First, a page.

All this is to say that you could use theory to glean philosophically significant conclusions from culture, but I have to wonder about where the line can be drawn between discovering something in culture and instrumentalizing theory for mental gymnastics.

I think it's not as simple as observation-explaining vs. observation-fitting theories in regards to interpreting purely entertainment-centric pieces like films. The greatness of Nolan's films is precisely that it sets up a scenario fit for "mental gymnastics". I doubt there's any conscious or overarching meaning to his works (in a the purely philosophical sense with which I've interpreted a lot of them) which is inscribed purposely. Rather he sets up a scenario of interactions, themes, and development which lends itself so easily to philosophical observation-fitting excercises. The problem of fitting observation to theory only really comes into play when it is forwarded as a realist-interpretation of an actual state of affairs. But using perceived similarities/analogies for further understanding of that which seeks to be explained (in this instance post-Enlightenment philosophy) appears to be fully consistent with an aversion for observation-fitting as realist-interpretation, if only because the scenarios are distinct.

So, what do you do with features, periods, or authors of "post-Enlightenment philosophy" which don't fit your analogy?
Noumena
Posts: 6,047
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4/29/2013 11:27:59 AM
Posted: 3 years ago
At 4/28/2013 3:40:47 PM, Cody_Franklin wrote:
At 4/25/2013 11:24:37 AM, Noumena wrote:
At 4/24/2013 2:16:03 PM, Cody_Franklin wrote:
At 4/24/2013 10:48:16 AM, Noumena wrote:
I get that of course. Nolan just seems to have a knack for putting out films open to wide philosophical interpretation. I'm still trying to find someone to debate me on whether or not his Batman trilogy possessed an implicit vindication of modern conservatism. Likewise Inception is awesome if you a springboard to get into talks of ethics, reality, even commodity production in industrial capitalism (if you can believe it) or really anything metaphysically mind-bending. Oh and then The Prestige. How about dat personal identity conunundrum?

Well, you could ostensibly bend and twist theory to interpret more or less anything--economists are very talented at constructing incredibly sophisticated models to fit observational data (of which there is no shortage). I think there's a definite worry involved in using theory as an interpretive matrix. There's a point at which you end up with a Higgs field problem (which explanation will probably stretch my limited understanding of quantum physics)--while all of the data-particles that are floating around acquire meaning only when connected by theory, one runs a serious risk of advocating a runaway theory when none of the hypotheses are explicitly testable, since falsifiability is what separates data-fitting theories from data-explaining ones.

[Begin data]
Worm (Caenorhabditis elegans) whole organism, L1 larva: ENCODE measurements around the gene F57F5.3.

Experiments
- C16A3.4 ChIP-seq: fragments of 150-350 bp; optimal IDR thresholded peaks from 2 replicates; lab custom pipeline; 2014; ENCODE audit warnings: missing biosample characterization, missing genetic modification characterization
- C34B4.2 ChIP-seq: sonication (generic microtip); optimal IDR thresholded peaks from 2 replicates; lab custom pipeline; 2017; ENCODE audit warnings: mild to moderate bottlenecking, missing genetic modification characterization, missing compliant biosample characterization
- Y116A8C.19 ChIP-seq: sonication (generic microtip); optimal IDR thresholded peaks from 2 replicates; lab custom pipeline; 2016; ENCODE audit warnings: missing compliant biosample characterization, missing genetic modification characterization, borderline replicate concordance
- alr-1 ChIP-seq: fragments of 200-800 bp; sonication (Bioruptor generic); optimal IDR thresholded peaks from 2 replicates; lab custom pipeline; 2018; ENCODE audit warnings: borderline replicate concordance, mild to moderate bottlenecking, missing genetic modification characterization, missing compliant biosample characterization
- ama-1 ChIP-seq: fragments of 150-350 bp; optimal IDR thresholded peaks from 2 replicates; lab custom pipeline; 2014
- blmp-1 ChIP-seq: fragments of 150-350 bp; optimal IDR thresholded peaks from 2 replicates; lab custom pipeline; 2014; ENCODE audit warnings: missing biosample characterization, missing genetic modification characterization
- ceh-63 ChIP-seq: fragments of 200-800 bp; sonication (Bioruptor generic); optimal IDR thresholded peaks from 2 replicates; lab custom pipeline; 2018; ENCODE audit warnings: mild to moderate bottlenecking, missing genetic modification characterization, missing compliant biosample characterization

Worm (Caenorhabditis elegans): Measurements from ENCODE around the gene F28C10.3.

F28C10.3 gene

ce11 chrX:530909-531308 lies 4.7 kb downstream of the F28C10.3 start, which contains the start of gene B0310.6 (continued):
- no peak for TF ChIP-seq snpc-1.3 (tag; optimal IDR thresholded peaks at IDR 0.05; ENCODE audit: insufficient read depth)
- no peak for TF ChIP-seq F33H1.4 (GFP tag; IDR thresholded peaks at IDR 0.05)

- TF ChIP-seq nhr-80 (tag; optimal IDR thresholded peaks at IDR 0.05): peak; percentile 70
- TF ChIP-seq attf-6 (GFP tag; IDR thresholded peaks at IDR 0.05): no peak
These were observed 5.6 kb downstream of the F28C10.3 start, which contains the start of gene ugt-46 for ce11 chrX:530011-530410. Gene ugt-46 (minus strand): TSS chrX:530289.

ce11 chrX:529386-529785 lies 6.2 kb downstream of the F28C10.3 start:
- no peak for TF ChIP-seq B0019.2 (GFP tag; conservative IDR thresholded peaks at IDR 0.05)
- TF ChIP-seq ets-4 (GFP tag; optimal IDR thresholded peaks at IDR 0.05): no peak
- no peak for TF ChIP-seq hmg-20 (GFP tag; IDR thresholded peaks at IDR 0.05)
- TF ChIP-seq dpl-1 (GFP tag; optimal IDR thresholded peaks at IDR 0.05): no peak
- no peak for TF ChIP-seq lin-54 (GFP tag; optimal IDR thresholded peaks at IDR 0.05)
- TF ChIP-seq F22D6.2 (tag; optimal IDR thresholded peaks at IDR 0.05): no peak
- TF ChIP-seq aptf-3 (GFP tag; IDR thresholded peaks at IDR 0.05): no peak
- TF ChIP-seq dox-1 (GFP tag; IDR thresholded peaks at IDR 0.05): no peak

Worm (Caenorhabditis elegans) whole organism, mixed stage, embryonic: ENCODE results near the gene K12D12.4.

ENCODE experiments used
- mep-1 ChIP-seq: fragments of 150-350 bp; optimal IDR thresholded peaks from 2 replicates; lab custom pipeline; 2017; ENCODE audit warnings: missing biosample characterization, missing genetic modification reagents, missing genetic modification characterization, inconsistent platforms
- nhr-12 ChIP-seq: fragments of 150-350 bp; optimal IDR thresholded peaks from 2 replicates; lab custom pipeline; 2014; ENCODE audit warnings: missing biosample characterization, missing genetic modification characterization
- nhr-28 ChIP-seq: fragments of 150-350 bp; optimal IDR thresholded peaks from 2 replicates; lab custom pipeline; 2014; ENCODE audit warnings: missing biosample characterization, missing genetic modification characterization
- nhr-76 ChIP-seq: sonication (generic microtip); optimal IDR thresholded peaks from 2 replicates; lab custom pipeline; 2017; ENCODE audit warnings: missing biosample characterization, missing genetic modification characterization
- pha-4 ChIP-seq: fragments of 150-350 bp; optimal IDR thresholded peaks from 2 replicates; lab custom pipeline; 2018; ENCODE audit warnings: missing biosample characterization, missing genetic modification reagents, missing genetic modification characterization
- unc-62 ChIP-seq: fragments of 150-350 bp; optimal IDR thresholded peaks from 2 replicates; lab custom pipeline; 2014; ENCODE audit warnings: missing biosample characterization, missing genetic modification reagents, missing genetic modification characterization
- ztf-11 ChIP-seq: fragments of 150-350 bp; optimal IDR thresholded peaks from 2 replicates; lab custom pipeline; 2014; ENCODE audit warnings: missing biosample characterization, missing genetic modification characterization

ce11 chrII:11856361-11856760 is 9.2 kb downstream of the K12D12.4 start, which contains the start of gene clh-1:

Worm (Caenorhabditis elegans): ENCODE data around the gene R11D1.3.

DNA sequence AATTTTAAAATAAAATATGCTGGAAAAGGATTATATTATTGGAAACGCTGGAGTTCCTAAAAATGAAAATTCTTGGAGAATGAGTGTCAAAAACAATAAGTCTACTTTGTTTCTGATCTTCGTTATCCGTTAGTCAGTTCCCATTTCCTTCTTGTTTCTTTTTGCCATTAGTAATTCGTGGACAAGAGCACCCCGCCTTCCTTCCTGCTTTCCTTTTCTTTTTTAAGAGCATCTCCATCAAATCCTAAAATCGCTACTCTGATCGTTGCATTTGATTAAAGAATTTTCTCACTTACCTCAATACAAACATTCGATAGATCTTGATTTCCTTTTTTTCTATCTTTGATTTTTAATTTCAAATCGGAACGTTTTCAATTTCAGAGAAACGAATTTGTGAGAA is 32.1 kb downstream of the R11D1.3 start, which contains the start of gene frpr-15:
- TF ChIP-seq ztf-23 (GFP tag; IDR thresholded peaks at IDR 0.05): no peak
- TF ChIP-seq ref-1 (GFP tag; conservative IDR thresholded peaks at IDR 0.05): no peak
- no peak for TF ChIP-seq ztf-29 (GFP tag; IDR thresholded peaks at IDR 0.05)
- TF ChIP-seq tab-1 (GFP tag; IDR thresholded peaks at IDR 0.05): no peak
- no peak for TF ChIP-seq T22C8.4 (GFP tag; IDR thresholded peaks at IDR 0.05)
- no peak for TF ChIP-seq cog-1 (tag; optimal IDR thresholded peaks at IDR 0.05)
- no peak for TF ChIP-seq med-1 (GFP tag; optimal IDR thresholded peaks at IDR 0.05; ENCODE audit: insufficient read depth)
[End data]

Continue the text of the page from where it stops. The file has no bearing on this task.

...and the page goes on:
All this is to say that you could use theory to glean philosophically significant conclusions from culture, but I have to wonder about where the line can be drawn between discovering something in culture and instrumentalizing theory for mental gymnastics.

I think it's not as simple as observation-explaining vs. observation-fitting theories in regards to interpreting purely entertainment-centric pieces like films. The greatness of Nolan's films is precisely that it sets up a scenario fit for "mental gymnastics". I doubt there's any conscious or overarching meaning to his works (in a the purely philosophical sense with which I've interpreted a lot of them) which is inscribed purposely. Rather he sets up a scenario of interactions, themes, and development which lends itself so easily to philosophical observation-fitting excercises. The problem of fitting observation to theory only really comes into play when it is forwarded as a realist-interpretation of an actual state of affairs. But using perceived similarities/analogies for further understanding of that which seeks to be explained (in this instance post-Enlightenment philosophy) appears to be fully consistent with an aversion for observation-fitting as realist-interpretation, if only because the scenarios are distinct.

So, what do you do with features, periods, or authors of "post-Enlightenment philosophy" which don't fit your analogy?

Ignore them usually ;)
Like I said observation-fitting only becomes a problem when forwarding a realist-interpretation (read: an interpretation meant to coherently fit/explain the events observed). I'm not doing that. The methodology is more a way to mull over trends/things I happen to find important over a large amount of information. Post-enlightenment philosophy can't be explained by the Memento analogy on a realist-interpretation inasmuch as anything can't be fully/coherently explained within a set of observations fitted around a general theory. Like you said, it's a chance at mental gymnastics + intellectual masturbation.
: At 5/13/2014 7:05:20 PM, Crescendo wrote:
: The difference is that the gay movement is currently pushing their will on Churches, as shown in the link to gay marriage in Denmark. Meanwhile, the Inquisition ended several centuries ago.